These governments are starting to recognize the extensive benefits of information collection, analysis and dissemination which is supported by computer-based technologies, and they are actively seeking to use this technology for decision-making and development planning to accelerate their socioeconomic development. Many developing nations are taking advantage of the information technology and computerization projects available to them, already developed by other nations, and most of these nations are using them to improve their socioeconomic programs, which appear to be their highest priority. However, many failed to achieve the expected returns on their investment because they concentrated on material investment and not on human resources development to run the technology.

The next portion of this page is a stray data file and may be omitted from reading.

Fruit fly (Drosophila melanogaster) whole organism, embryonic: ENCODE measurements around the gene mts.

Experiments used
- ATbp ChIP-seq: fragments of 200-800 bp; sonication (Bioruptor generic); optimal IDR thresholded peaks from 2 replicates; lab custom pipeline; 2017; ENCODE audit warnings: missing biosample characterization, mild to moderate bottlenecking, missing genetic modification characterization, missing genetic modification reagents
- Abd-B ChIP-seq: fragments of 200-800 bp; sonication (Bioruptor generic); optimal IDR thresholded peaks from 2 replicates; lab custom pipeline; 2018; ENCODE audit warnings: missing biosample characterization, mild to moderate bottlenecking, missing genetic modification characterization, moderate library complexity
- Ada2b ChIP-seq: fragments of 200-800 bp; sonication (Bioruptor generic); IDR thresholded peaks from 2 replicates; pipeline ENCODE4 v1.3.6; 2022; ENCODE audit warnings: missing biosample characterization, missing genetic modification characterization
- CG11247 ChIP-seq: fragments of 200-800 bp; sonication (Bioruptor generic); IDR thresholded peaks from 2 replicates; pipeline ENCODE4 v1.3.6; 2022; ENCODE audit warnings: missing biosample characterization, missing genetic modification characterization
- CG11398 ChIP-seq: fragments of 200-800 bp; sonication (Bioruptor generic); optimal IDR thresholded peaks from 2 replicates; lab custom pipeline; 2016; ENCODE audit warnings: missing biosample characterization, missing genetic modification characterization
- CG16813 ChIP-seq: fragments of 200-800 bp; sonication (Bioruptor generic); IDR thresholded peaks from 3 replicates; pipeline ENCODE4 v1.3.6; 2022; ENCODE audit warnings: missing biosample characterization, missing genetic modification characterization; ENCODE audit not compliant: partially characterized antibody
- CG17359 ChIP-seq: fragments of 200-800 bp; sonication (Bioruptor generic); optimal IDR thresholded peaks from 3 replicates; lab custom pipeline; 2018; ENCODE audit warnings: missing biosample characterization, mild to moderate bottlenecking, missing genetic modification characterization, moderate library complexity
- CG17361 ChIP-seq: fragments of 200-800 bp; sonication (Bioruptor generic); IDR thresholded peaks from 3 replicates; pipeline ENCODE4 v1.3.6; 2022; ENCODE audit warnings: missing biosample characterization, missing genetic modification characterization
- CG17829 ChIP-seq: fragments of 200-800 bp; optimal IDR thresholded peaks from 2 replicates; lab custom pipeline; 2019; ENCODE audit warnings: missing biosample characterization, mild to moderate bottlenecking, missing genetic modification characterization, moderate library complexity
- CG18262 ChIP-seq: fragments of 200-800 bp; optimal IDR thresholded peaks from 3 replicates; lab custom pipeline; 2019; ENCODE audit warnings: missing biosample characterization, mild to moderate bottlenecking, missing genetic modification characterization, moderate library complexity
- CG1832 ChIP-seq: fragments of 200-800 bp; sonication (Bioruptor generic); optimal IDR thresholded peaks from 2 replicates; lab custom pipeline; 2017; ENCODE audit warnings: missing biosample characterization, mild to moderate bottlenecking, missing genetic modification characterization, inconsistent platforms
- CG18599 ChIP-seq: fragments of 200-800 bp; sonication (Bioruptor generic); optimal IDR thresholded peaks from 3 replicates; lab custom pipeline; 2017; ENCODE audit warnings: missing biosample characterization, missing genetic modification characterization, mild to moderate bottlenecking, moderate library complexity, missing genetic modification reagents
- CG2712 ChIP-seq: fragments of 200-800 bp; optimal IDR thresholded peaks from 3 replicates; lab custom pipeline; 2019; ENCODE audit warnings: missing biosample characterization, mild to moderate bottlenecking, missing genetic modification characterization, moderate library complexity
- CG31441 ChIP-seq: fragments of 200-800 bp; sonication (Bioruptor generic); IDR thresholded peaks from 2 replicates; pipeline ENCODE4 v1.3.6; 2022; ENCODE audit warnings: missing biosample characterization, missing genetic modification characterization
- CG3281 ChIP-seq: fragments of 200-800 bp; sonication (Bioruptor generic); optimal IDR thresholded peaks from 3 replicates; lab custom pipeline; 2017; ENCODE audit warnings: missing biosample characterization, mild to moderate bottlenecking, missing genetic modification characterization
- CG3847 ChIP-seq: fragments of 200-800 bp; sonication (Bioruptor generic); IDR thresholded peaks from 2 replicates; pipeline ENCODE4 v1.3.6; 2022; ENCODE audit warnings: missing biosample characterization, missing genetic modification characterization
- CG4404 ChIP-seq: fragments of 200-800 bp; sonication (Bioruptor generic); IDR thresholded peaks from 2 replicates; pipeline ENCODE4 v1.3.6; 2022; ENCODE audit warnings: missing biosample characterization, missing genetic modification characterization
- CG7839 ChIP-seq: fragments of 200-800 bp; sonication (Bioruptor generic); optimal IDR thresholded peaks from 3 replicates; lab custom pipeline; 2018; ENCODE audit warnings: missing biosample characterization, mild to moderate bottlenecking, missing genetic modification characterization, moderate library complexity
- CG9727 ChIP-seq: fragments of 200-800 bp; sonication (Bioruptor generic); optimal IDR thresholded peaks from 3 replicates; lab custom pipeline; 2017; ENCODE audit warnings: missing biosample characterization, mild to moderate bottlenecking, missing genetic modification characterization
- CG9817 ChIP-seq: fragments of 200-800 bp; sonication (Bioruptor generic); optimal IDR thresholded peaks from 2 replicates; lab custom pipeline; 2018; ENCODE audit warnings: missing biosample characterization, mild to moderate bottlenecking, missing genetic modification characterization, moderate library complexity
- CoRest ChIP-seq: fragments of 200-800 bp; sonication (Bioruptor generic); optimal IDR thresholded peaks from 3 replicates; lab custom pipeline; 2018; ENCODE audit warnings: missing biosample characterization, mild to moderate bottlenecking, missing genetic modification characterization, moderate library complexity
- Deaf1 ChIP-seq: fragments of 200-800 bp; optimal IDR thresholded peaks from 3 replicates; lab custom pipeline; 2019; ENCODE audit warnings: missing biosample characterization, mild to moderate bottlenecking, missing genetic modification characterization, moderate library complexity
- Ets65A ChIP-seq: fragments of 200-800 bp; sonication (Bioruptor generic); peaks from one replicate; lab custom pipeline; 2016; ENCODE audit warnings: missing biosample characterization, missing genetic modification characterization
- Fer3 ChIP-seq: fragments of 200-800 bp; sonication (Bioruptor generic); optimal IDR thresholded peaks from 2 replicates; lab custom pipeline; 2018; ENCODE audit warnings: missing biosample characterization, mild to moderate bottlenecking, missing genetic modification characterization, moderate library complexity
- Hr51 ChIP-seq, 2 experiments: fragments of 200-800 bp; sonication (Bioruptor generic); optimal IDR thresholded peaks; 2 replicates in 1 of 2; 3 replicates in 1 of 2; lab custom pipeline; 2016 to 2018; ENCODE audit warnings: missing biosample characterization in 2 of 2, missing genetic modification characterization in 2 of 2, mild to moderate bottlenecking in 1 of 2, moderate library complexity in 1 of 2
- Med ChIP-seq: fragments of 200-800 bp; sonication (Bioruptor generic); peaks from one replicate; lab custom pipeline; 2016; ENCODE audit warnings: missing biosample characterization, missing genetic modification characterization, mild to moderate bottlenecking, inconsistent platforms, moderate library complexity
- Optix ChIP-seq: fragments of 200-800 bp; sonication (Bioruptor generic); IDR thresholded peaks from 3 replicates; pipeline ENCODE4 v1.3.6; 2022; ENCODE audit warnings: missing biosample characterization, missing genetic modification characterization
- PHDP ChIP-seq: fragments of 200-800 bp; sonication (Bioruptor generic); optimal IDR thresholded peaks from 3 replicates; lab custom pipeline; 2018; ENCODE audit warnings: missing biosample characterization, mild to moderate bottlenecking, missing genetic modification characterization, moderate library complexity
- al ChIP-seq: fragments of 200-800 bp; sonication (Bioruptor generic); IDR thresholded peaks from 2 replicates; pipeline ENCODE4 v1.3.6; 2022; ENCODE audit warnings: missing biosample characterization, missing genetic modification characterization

Most developing countries have invested heavily in consultation, training, and establishing strong and efficient information technology infrastructure which they hope will lead them more quickly towards self-sufficiency, and build a national information infrastructure which could also help them boost their socioeconomic development (Kamel 772). However, it is not sufficient to just have the technology at hand, but it is necessary to know how to apply it effectively so that it fits in with the culture of the country, with the societal values, as well as the information technology ne